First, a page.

Name conflicts with minor planets
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Despite efforts for every named body in the Solar System to have a distinct name, due to a variety of circumstances, there are several real or apparent name conflicts between different Solar System bodies. Most of these conflicts are between asteroids and natural satellites of planets, which are named according to different but partially overlapping schemes. Most satellites are named after people and divinities in Greek and Roman mythology; this is rarely true of asteroids currently, with the exception of centaurs and Jupiter trojans, but formerly many asteroids had mythological names, which consequently came into conflict with the names of natural satellites.
- 1 Bodies with identical names and referents
- 2 Bodies with identical names and different referents
- 3 Bodies with similar names and the same referent
- 4 Bodies with similar names and different referents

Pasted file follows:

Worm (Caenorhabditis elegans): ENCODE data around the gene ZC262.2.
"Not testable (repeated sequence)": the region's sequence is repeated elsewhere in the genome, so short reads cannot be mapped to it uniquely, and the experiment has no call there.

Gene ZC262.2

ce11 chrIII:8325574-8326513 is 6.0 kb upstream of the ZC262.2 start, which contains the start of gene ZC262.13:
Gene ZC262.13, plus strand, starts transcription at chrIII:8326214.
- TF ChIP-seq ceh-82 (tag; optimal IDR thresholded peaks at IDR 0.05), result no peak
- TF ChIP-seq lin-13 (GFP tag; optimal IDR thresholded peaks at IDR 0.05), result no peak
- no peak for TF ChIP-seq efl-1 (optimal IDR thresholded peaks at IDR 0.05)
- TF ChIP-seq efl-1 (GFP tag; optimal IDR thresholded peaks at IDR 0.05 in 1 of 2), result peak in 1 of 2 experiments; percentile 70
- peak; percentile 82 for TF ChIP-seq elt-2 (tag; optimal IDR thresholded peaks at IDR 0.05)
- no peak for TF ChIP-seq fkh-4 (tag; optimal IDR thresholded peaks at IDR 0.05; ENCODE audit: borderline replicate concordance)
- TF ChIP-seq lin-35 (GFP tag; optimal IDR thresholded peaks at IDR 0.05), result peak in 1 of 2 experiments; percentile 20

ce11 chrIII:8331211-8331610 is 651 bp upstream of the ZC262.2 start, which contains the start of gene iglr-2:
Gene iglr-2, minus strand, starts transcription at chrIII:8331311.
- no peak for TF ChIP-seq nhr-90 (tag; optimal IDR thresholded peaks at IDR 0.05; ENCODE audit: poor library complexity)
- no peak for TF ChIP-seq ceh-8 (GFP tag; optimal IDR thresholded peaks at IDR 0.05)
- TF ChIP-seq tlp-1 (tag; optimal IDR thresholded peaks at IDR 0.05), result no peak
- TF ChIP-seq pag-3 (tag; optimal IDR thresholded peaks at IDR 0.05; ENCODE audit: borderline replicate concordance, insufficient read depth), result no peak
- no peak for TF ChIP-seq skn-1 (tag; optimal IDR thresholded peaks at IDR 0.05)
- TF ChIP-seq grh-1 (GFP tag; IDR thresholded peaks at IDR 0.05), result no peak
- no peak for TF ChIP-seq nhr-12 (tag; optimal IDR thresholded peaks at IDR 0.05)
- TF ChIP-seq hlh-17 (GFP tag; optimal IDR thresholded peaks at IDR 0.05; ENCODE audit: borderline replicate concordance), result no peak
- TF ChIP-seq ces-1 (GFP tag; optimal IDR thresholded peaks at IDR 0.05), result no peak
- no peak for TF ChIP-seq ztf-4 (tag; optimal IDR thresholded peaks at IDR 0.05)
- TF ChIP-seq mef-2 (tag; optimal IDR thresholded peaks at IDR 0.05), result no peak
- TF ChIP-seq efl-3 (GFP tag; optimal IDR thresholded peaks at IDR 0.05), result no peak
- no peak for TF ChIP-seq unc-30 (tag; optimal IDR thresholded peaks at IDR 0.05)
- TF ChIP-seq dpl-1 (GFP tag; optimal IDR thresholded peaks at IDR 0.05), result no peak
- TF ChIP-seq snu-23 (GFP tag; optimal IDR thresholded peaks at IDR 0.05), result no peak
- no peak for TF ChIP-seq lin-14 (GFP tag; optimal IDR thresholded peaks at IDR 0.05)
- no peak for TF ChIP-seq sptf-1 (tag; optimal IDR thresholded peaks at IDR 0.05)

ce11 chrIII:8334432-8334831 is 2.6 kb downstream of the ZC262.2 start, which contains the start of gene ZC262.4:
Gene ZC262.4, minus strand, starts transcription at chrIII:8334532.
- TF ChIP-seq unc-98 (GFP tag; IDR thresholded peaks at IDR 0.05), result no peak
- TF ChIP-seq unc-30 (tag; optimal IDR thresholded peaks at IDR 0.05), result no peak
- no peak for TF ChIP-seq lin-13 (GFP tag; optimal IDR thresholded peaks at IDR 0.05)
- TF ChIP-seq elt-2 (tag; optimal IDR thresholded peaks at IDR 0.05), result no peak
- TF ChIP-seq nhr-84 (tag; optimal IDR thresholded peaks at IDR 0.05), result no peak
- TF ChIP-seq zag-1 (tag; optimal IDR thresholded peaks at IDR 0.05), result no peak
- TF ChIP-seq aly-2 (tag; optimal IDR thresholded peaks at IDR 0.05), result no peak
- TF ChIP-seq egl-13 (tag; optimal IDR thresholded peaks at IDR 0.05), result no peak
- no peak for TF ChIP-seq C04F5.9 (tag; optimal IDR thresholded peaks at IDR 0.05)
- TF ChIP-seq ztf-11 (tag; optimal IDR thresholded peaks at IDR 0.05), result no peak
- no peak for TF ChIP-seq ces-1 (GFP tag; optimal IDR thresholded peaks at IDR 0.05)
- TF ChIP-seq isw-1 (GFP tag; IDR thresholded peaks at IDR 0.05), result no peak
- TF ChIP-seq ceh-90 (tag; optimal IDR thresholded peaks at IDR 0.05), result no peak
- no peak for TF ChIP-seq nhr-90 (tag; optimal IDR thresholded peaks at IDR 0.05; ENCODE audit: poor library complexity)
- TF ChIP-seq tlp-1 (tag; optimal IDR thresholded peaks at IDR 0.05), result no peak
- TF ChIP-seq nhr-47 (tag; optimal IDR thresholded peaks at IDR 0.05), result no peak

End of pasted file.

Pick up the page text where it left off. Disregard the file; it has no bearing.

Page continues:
- 5 Bodies with different names and the same referent
- 6 See also
Bodies with identical names and referents
Some of these bodies have exactly the same name, referring to the same mythological character. The earliest such conflicts possibly arose through not considering certain mythological names as "official"; for instance, the names Io, Europa, Ganymede and Callisto for the Galilean satellites of Jupiter were not used in astronomical literature of a certain era, their place being taken by Jupiter I, Jupiter II, Jupiter III, Jupiter IV (cf. Naming of moons).
Moon named first
In the earliest of these conflicts, the natural satellite was named first, and the conflict arose with the naming of an asteroid. These conflicts span the period 1858-1906.
- Europa, a moon of Jupiter, named 1614 and 52 Europa, discovered 1858
- Io, a moon of Jupiter, named 1614 and 85 Io, discovered 1865
- Dione, a moon of Saturn, named 1847 and 106 Dione, discovered 1868
- Rhea, a moon of Saturn, named 1847 and 577 Rhea, discovered 1905
- Titania, a moon of Uranus, named 1852 and 593 Titania, discovered 1906
Asteroid named first
Later conflicts arose in relatively recent times from giving newly discovered satellites the same names as those of asteroids. By this time, it was possibly felt that the true name of an asteroid such as "38 Leda" included its minor planet number, and so re-using the name for a satellite did not really create a conflict. These conflicts span the period 1975-2001, though some conflicts of this type had arisen earlier with some names used unofficially.
- 9 Metis, discovered 1848 and Metis, a moon of Jupiter, named 1983.
- 24 Themis, discovered 1853 and Themis, named 1905. The latter Themis was a supposed moon of Saturn that turned out not to exist.